Framed Declaration of Independence Framed Constitution Framed Bill of Rights Framed Constitutional Amendments 11-27 Parchment Paper Wood Frame Glass Pane
Framed Declaration of Independence Parchment Paper Wood Frame Glass Pane
Framed Constitution Page 1 Parchment Paper Wood Frame Glass Pane
United States Constitution Page 2 Parchment Paper Wood Frame Glass Pane
United States Constitution Page 3 Parchment Paper Wood Frame Glass Pane
Framed US Constitution Page 4 Parchment Paper Wood Frame Glass Pane
Framed Bill of Rights Parchment Paper Wood Frame Glass Pane
Framed Constitutional Amendments 11-27 Page 1 Parchment Paper Wood Frame Glass Pane
Constitutional Amendments 11-27 Page 2 Parchment Paper Wood Frame Glass Pane
Constitutional Amendments 11-27 Page 3 Parchment Paper Wood Frame Glass Pane
Back of Hanging Wood Frame Glass Pane

Framed Declaration of Independence, Constitution, Bill of Rights & Constitutional Amendments 11-27 (Complete Set)

Regular price
Regular price
Sale price
Unit price
Sold out

This customized nine-frame set contains the Declaration of Independence, U.S. Constitution and all 27 constitutional amendments including the Bill of Rights.  Some would suggest these historical documents, taken collectively, represent our nation's fundamental "canon" of political writ, with all our many laws but an outgrowth of them.

They are designed to hang on the wall and come with –

  • parchment paper (high-end)
  • wood frames (legal size)
  • glass panes

The Declaration of Independence, Constitution and Bill of Rights have been carefully stylized to reflect the look of the originals while containing the same words, spelling (and occasional misspellings), punctuation, capitalization, etc.  They've just been reformatted into a modern font (versus old-style calligraphy) to make them easier to read.  They have the identical signers in the same columns or positions as the originals—they're just italicized names instead of signatures (which sometimes can be hard to read) to easily identify who signed them.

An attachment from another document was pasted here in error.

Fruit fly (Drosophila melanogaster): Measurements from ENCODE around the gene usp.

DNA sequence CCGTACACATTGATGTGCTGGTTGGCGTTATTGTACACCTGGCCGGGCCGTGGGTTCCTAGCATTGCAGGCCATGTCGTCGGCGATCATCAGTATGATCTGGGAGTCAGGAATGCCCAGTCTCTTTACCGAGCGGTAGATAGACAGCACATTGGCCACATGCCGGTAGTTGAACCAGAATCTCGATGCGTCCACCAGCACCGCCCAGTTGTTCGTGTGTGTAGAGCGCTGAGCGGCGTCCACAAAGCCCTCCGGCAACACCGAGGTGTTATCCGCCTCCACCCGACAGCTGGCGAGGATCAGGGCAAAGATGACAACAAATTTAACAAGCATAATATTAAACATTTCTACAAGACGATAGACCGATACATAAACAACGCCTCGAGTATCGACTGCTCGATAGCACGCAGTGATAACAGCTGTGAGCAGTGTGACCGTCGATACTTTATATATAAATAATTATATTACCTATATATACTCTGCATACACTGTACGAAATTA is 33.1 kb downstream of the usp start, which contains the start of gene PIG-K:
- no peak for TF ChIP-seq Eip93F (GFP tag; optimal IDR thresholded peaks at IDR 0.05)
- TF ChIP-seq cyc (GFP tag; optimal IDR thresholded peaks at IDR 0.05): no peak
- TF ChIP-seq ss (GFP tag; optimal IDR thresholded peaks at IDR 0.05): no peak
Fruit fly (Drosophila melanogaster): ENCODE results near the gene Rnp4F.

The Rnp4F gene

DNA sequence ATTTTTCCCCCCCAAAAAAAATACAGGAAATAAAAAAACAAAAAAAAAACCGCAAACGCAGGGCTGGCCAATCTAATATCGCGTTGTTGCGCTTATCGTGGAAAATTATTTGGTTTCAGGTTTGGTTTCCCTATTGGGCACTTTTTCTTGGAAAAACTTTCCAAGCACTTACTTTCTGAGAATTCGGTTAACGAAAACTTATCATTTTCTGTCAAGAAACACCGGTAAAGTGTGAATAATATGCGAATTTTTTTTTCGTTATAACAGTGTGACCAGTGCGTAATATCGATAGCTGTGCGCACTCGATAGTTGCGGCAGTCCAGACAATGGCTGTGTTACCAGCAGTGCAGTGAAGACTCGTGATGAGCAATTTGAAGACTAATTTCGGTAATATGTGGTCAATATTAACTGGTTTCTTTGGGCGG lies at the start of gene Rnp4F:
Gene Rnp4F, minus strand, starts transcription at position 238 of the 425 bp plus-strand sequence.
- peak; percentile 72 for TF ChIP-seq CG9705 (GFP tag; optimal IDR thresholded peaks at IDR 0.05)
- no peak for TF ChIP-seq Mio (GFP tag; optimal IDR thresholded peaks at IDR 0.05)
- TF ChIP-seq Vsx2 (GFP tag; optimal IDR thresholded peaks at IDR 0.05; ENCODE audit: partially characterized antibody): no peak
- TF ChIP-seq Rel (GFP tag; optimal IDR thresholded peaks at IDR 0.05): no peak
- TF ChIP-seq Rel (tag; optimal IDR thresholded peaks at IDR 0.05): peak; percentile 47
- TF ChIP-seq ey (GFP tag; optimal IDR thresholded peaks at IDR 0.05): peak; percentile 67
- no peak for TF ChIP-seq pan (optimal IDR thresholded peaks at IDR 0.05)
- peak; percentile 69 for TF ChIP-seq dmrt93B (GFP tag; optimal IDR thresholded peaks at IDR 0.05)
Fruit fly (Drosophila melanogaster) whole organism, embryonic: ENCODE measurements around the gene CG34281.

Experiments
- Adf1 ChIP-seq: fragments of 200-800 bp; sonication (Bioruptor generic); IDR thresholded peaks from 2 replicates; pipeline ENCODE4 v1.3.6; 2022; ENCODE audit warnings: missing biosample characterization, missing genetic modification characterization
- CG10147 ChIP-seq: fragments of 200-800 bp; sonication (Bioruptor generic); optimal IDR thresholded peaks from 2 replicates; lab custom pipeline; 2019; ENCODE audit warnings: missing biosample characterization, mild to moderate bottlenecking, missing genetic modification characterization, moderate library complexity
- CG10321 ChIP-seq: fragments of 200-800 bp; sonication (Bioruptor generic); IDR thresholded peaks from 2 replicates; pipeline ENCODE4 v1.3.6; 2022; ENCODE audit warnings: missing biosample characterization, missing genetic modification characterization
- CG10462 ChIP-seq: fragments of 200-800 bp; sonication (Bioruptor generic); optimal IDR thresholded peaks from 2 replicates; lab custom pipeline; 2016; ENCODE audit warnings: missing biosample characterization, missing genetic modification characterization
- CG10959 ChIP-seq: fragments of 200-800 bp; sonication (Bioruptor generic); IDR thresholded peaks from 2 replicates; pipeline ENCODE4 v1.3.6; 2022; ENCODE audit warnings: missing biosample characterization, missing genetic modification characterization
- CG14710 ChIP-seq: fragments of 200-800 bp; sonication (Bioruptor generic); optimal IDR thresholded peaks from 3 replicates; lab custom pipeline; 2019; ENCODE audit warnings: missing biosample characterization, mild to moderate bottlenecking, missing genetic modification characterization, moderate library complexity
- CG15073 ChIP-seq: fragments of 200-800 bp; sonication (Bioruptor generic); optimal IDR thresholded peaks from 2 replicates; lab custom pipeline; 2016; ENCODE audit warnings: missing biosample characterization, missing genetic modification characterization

Certain calligraphic elements were retained in the Declaration of Independence, such as in the heading and certain words or phrases (e.g., "united States of America" and "Free and Independent States"), as well as in the Constitution, such as in the preamble and closing endorsement, where more ornate lettering was used in the original documents and made to look darker.

Of note, the original Bill of Rights document never actually contained the words "Bill of Rights."  It simply outlined 12 "proposed" amendments to the Constitution as "Article the first.....", "Article the second.....", "Article the third.....", etc., for the states to consider ratifying.  But the first (revising the math on the number of members in the House of Representatives) was never ratified and the second not till 1992 when it became the 27th Amendment.  So "Article the third....." was relabeled "Amendment I", "Article the fourth....." "Amendment II" and so on to precisely correspond to the first ten constitutional amendments representing our present-day Bill of Rights.  This was the only modification to the text of the document.

The final three frames contain the complete language of all 17 constitutional amendments that followed the Bill of Rights, compiled from 17 different documents written over the course of nearly 200 years.  The words, punctuation, capitalization, etc., are exactly the same, and the formatting reflects the style conventions used in each of the amendment documents.

Declaration of Independence